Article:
Amazon.com, founded in 1994, is the largest online retailer in the world. Originally, the site sold only books, but as its offerings have diversified, virtually anything can now be purchased through its online stores.
Additionally, the company produces a popular line of Kindle ebook readers that is largely credited with helping the digital book format to explode in popularity in recent years.
Before the site was ever launched, Amazon founder Jeff Bezos, attracted by the then projected web commerce growth of 2300%, analyzed the potential for various items to be sold online. He settled on books due to historic demand, low inventory price points, and the large number of titles in print.
Within two months, Amazon’s sales reached $20,000 a week, a degree of success no doubt aided by Bezos’ friendship with John Ingram of the Ingram Content Group, the largest distributor of books in the world.
In the first six months of operation, Amazon sold $500,000 worth of books. Five years later revenue hit $1.6 billion, and in 2013 the number skyrocketed to $17.09 billion.
There is no question that the site is popular and successful. In fact, the name Amazon is now synonymous with buying online, but the one thing that has consistently eluded the company is profit.
Bezos was clearly correct in his initial assessment of market fit, and the company has gone on to include the products he initially rejected as the basis for his business: CD/DVDs, computer hardware/software, and videos, plus much, much more.
In fact, Amazon has consistently worked to expand its market fit and reach. The company’s closely integrated business model attempts to remove friction from the online buying process while offering exceptional value in pricing and item choice.
There is an optional “one-click” shopping button linked to a credit card associated with a user’s profile. Orders of more than $25 ship free. If the user is a member of the Amazon Prime program, all qualifying products receive free two-day shipping. Amazon clearly proves the assertion that the easier the shopping experience, the more the individual user will purchase.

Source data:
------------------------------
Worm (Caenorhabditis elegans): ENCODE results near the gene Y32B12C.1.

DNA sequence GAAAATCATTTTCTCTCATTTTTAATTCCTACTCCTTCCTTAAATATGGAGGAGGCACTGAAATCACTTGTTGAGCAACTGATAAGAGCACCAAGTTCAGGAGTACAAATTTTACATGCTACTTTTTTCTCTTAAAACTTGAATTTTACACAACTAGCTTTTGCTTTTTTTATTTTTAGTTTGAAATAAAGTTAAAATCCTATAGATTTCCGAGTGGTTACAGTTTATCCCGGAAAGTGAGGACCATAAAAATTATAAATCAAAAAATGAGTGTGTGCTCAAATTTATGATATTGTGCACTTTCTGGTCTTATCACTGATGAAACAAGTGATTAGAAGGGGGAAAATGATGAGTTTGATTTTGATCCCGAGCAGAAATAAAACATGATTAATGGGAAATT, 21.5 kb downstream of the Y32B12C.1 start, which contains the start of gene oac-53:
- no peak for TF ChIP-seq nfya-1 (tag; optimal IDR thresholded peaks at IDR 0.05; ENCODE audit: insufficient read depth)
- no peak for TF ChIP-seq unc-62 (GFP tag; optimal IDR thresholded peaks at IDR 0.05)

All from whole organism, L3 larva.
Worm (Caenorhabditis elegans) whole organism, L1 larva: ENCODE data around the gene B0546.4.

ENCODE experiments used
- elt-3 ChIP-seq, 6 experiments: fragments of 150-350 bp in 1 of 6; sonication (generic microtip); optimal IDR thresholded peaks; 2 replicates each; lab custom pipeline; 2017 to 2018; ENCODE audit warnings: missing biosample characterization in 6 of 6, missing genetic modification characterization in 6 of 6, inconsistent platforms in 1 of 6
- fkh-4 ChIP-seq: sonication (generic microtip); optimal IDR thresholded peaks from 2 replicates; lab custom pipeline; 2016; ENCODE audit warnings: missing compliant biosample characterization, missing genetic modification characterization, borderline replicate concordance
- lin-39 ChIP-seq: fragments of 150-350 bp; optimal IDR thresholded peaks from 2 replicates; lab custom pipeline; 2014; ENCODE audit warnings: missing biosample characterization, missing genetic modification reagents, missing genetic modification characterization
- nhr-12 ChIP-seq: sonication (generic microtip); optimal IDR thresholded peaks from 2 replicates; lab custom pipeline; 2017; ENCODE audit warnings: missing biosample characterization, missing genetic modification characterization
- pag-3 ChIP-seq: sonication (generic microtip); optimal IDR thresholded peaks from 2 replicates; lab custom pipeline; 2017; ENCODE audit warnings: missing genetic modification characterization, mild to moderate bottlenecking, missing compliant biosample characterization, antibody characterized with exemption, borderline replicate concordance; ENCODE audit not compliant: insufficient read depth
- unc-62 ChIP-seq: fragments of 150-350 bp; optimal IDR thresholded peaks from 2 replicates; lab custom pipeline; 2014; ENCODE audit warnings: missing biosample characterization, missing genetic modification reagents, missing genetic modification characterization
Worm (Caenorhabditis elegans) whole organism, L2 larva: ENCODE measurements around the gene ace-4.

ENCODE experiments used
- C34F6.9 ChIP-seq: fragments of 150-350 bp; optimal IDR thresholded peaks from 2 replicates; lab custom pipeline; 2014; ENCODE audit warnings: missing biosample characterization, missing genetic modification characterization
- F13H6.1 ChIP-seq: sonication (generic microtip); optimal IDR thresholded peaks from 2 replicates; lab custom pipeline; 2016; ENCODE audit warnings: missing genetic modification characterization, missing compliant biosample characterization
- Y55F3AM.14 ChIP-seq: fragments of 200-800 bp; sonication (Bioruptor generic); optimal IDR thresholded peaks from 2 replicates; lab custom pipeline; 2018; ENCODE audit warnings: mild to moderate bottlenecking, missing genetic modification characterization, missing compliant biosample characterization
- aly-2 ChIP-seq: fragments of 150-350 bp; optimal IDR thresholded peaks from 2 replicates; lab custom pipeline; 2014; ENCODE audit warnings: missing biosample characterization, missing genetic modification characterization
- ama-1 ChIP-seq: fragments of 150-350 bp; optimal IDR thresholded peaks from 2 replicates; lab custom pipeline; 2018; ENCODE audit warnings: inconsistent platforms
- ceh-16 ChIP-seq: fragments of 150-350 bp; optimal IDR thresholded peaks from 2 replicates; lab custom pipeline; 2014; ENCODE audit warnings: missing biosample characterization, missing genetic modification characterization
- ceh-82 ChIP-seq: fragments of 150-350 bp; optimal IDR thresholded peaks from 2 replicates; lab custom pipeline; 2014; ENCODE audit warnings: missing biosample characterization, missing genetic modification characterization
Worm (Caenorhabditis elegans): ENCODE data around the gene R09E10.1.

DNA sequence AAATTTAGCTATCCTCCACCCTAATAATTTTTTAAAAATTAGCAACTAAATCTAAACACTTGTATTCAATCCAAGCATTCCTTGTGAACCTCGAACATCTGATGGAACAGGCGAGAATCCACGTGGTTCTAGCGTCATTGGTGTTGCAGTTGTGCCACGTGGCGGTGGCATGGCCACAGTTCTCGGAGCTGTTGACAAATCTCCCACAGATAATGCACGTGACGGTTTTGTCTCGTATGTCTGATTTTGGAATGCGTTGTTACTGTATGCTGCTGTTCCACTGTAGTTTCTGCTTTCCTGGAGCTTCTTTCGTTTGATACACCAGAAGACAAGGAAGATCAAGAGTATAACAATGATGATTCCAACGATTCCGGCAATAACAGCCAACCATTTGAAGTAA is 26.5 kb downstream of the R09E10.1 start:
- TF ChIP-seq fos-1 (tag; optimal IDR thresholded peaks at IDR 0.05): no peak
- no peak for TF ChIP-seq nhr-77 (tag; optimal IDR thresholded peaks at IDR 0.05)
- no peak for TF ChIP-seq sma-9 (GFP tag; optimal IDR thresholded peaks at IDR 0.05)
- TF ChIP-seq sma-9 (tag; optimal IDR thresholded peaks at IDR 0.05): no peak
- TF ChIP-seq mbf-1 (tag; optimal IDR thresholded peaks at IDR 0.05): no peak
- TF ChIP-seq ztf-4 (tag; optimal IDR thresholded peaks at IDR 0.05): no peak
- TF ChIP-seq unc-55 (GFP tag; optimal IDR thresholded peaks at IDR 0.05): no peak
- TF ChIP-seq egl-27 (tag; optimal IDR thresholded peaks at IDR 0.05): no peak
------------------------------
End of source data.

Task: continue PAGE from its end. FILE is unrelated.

Prime membership also gives users access to thousands of hours of free streaming video. Both movies and television programs are available for purchase and are stored in the user’s online video library, as is purchased music. As more and more mobile users are becoming accustomed to streaming content from their devices, this is an excellent value-added proposition for the Prime subscription.
Side-by-side with its offering of new books, Amazon allows sellers to market used books and small businesses can apply to sell their items on the site as well.
While not as robust or active a small business climate as eBay or Etsy, the potential to earn money with sales on Amazon does still exist and given the size of the marketplace is attractive to individual entrepreneurs.
The Amazon API has long been available to outside sources so products listed on the company site can be sold elsewhere on the web, with the poster earning small commissions on each sale.
Through the company’s companion Createspace and KDP sites, authors can self-publish their works in both paper and electronic formats. For ebooks published for the Kindle priced from $2.99-$9.99, authors earn 70% royalties.
Is the lack of profitability in the face of such variety evidence that Amazon is trying to do too much? That it cannot be all things to all people? Or is it simply an obstacle to be overcome on the way to building what has now become in Jeff Bezos’ mind an online content ecosphere?
Critics are sharply divided in their answers, but one thing is clear. If you do your market research as Bezos did, and if you offer a quality users experience with a high value proposition and low friction, you can grow your site. In the days leading up to Christmas 2013, Amazon sold 426 items per second!
The Amazon Prime program has a membership of approximately 20 million and the site attracts more than 65 million customers in the United States alone each month. Amazon maintains stores that service Asia, Europe, North and South America, and Australia.
And, without question, Amazon does continue to innovate in proper growth hacker fashion. The company is experimenting with drone delivery and beginning to roll out one-day shipping in select markets. In the first quarter of 2014, Amazon’s revenue grew 23%, edging the company every closer to its long-sought-after profitability.
Because there is no point in spending good amount of money for bad marketing